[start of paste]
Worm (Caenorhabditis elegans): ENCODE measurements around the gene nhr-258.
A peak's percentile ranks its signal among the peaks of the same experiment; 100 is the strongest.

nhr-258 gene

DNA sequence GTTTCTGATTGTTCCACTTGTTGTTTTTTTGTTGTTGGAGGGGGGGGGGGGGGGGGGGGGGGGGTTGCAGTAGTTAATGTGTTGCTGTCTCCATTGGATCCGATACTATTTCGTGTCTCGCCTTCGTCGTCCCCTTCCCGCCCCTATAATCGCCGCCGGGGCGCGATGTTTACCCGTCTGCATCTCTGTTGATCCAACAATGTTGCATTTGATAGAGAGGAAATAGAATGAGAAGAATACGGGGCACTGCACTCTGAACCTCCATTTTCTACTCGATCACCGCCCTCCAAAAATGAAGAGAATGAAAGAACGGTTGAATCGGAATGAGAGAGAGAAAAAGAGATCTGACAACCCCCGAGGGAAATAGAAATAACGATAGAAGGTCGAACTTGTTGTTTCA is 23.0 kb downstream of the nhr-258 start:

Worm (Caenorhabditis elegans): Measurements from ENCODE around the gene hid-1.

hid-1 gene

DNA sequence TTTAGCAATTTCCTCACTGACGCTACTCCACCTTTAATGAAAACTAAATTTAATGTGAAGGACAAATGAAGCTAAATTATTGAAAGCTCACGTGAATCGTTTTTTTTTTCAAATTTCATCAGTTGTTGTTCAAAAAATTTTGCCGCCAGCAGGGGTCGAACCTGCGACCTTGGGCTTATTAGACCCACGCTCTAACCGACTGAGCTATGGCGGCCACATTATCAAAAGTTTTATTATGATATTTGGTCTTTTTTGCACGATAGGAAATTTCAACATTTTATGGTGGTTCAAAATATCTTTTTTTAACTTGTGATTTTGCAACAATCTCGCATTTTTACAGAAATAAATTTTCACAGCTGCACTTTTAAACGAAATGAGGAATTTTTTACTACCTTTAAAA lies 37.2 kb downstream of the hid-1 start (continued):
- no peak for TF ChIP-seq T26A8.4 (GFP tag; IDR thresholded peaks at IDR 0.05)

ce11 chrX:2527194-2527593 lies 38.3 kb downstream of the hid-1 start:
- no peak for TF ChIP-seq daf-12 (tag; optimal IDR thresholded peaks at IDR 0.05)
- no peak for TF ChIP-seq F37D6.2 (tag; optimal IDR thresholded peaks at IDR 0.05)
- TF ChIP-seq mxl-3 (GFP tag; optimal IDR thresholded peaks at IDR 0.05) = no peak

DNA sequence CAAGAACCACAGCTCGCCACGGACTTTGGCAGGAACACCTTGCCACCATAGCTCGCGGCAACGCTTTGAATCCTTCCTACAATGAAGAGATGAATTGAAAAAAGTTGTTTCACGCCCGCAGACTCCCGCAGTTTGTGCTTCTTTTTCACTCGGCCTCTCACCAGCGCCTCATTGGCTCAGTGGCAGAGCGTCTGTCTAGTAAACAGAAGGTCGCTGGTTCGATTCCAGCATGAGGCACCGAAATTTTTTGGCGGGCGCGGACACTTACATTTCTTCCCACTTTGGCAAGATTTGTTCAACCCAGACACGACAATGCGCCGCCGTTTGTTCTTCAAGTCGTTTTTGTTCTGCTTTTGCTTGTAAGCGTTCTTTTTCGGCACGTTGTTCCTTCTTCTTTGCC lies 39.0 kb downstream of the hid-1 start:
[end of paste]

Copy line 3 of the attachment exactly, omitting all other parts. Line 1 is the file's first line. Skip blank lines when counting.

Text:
nhr-258 gene